PassivSystems Limited and its partners have put together a proposal to deliver a technically and commercially successful innovation project to realise the benefits of using the hybrid heating system (heat pump and gas boiler) for our networks and our customers. The success of the work will depend largely on the location, housing types and type of heat pump. The trial will be conducted in domestic housing units in the Bridgend area to demonstrate potential solutions to the findings of earlier research projects such as Bridgend Future Modelling. A variety of liaison meetings between PassivSystems and the Local Authority as well as other interested organisations, to gain the support and ensure the deployment satisfies the given criteria, has been undertaken. 

The methodology for the delivery of this Project will follow the process below: 

  1. Selection of the area for the trial (customer engagement plan) 
  2. Selection of the type and size of the heat pump 
  3. Modelling 
  4. Mobilisation (procurement of equipment and services) 
  5. Trials or field test, including measurements (install equipment) 
  6. Connection agreements and policy 
  7. Analysis and close down (Analyse results, evaluate) 

  • The proposed project runs for 27 months and has been broken down into two phases, which are defined in 14 work packages. The research objective is to better understand how hybrid heating systems can be: 

    1. Affordable through using advanced algorithms to unlock value from energy markets; 
    2. Trustworthy by building consumer trust in new technology whilst providing the same level of comfort in people’s homes; and 
    3. Developing appropriate user interfaces and information systems to help drive adoption. 

    All design and foundation development activities conclude in the first six months. Pilot installations are initially undertaken in four households before installations are rolled out to the rest of the trial properties, followed by a period of monitoring and experimentation phase which seeks to learn and then iteratively refine the heating and load management processes and the consumer interface and information provision over a full year.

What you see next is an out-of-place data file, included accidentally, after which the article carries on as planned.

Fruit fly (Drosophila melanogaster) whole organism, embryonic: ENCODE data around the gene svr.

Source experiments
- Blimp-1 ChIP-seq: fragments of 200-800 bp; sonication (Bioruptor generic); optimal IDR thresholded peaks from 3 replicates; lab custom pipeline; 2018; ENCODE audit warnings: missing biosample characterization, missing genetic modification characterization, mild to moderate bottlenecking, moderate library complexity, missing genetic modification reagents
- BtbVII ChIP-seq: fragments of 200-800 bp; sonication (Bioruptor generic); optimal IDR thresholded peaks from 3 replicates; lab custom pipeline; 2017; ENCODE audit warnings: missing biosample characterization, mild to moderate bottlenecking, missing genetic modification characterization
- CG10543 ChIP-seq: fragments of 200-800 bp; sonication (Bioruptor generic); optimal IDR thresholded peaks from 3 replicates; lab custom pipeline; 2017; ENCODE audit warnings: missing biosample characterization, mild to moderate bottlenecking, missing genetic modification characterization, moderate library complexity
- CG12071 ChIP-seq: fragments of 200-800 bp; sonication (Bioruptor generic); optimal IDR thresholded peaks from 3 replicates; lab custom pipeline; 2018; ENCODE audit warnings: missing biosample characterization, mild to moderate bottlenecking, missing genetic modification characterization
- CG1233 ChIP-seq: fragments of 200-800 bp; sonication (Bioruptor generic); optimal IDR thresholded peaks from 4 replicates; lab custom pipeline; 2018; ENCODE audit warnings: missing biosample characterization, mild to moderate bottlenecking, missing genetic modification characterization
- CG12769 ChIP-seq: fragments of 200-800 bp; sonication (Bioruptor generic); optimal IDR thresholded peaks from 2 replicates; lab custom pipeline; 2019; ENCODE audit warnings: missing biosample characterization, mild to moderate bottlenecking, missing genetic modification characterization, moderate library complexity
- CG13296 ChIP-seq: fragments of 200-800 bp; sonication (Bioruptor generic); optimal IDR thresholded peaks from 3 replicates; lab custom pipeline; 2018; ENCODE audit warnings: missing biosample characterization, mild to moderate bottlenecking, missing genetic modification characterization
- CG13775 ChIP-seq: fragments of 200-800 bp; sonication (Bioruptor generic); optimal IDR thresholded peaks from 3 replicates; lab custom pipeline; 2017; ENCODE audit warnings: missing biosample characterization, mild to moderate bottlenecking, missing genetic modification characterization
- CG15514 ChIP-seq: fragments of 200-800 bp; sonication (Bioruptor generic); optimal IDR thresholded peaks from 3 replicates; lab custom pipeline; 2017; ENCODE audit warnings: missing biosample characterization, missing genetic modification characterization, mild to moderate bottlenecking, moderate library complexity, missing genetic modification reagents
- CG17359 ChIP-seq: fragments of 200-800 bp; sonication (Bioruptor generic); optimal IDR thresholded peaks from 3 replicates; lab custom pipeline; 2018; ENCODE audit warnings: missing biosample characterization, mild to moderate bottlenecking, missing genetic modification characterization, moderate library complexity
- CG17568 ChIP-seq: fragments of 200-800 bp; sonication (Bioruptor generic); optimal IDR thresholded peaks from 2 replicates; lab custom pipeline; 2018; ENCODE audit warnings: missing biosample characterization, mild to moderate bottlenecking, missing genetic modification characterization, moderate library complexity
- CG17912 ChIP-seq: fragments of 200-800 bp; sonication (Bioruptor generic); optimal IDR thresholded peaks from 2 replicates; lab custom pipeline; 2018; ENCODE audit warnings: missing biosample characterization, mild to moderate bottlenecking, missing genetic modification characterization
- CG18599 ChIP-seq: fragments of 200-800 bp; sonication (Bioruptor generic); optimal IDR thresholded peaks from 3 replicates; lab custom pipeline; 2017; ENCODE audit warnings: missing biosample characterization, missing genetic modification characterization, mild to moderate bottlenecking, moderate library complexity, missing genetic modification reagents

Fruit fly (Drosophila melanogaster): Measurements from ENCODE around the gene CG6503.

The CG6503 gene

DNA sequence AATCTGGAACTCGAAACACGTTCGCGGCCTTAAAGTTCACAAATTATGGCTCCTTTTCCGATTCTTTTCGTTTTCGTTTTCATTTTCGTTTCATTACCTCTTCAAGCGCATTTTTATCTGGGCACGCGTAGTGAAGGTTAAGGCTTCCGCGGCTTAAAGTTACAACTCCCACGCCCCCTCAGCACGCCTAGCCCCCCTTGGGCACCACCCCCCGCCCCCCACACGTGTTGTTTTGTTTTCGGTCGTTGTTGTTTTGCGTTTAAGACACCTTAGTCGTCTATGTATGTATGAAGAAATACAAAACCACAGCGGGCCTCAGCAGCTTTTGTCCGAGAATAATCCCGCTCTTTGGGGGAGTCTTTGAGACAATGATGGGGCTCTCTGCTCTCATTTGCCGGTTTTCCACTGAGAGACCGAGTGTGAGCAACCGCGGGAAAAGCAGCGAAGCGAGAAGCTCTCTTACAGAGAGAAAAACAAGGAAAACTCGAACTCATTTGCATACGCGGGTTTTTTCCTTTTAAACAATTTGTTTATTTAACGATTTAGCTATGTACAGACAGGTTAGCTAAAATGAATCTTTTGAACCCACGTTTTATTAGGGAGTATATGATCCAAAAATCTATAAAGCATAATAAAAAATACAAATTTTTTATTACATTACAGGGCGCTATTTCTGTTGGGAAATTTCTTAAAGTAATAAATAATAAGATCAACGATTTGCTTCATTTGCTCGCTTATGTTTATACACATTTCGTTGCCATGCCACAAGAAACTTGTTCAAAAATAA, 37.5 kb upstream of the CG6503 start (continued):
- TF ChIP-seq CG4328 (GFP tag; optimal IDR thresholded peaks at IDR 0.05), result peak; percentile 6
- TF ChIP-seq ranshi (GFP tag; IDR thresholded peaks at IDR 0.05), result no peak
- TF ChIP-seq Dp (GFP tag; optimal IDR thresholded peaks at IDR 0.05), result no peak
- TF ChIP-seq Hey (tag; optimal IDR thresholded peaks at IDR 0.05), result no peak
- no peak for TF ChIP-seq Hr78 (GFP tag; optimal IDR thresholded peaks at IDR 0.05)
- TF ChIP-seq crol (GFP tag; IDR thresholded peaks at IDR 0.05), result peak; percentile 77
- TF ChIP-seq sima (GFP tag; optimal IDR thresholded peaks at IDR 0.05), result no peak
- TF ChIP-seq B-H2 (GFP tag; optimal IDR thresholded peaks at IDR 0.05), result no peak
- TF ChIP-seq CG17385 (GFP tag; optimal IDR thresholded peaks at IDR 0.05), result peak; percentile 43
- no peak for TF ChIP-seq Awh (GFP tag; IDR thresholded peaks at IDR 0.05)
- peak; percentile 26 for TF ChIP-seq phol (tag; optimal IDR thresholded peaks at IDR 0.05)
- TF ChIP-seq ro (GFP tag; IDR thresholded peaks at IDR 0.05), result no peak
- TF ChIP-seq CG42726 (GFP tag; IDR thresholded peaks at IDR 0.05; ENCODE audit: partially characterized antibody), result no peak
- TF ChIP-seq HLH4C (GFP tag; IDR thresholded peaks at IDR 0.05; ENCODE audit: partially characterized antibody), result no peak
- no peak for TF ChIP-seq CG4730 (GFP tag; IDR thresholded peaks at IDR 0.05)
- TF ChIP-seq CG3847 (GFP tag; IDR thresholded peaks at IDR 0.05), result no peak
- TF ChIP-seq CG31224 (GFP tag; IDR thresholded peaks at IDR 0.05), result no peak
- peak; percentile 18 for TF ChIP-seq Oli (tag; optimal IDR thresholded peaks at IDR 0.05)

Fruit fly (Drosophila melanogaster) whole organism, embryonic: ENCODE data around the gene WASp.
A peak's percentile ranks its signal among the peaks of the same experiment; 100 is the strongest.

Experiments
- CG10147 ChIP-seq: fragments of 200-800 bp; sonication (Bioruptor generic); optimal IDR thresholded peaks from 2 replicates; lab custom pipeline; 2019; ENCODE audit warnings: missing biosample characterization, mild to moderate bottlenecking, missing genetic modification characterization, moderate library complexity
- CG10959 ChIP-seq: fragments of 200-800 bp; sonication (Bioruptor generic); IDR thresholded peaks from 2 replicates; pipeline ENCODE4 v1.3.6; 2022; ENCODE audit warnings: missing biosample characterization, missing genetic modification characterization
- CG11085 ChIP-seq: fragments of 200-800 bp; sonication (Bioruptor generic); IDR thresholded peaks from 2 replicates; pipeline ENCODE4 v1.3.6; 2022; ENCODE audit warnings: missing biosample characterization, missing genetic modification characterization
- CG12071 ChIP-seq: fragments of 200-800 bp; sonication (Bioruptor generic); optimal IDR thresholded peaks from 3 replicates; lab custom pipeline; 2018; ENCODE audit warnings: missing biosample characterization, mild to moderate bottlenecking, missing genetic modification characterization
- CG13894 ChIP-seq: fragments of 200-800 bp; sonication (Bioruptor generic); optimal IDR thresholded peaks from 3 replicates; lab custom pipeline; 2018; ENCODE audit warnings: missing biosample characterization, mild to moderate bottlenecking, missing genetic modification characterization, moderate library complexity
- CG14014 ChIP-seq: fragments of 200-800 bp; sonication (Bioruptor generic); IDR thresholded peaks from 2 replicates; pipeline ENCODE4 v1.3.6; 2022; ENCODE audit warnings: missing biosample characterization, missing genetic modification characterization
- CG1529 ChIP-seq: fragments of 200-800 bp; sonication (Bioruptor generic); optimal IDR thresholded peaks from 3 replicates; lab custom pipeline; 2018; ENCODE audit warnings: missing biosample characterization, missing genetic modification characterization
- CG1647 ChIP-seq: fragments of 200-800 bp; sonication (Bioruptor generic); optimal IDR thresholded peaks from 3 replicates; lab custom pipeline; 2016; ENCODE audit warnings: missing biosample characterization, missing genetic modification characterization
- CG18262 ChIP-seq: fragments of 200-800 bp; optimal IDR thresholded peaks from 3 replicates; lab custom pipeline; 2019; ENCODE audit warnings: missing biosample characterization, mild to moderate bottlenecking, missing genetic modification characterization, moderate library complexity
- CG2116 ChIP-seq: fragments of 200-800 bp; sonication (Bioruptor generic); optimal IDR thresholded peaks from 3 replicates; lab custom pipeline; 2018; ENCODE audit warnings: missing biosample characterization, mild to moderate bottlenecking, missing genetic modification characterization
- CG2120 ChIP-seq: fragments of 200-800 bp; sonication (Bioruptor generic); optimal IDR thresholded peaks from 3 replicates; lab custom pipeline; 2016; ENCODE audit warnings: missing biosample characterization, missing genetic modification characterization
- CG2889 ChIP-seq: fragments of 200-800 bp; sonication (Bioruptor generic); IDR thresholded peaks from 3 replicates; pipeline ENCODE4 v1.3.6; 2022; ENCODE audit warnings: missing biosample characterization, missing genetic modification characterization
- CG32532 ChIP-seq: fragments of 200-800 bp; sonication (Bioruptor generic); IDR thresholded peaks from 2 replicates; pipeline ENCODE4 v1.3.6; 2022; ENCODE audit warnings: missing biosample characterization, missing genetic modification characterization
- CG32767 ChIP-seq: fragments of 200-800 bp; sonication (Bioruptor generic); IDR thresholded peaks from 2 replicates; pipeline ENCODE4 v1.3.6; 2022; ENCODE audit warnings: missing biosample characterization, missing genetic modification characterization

The full size and scale of the potential solution will only become apparent when trials are conducted. The FREEDOM project does not involve us offering or modelling the provision flexibility services to the System Operator or wider market by WPD or WWU. 

  • The research will document the outputs of the pilot installations, the system interfaces and customer feedback that will enable us to continue to the next steps towards a commercial solution. The project will: 

    1. Present a comprehensive review of the technology; 
    2. Produce a case study of how the technology contributes to the reduction of carbon emissions and compares with previous energy bills for domestic consumers through increased heating system efficiencies and a reduced unit cost; 
    3. Identify if the solution can bring benefits to WPD’s & WWU’s networks; 
    4. Deploy trials subscribed to by up to 75 participants; 
    5. Produce a proven architecture for the hybrid heating system; and
    6. Develop a business process (polices, standard techniques etc.) for the use of hybrid heating system. 
  • The project will deliver a hybrid heating system that is able to support the electricity and gas network in the discovery of sustainable alternatives to help deliver the UK’s energy requirements. The project will consider whether the technology can defer network investments, remove network constraints and provide a fully flexible domestic heating load management service. The control enhancements will move well beyond current hybrid technology that makes a simple switching decision based on fixed tariff information and will provide accurate load forecasts by fuel type by quarter hour to the energy supplier. Consumers will for the first time be able to see a forecast of spend on heating for the coming period, based on their individual home, occupancy patterns, weather forecast and comfort settings. Other network operators within both the gas and electricity sector will also be able to gain a comprehensive understanding of hybrid heat systems after reviewing this project’s reports and results.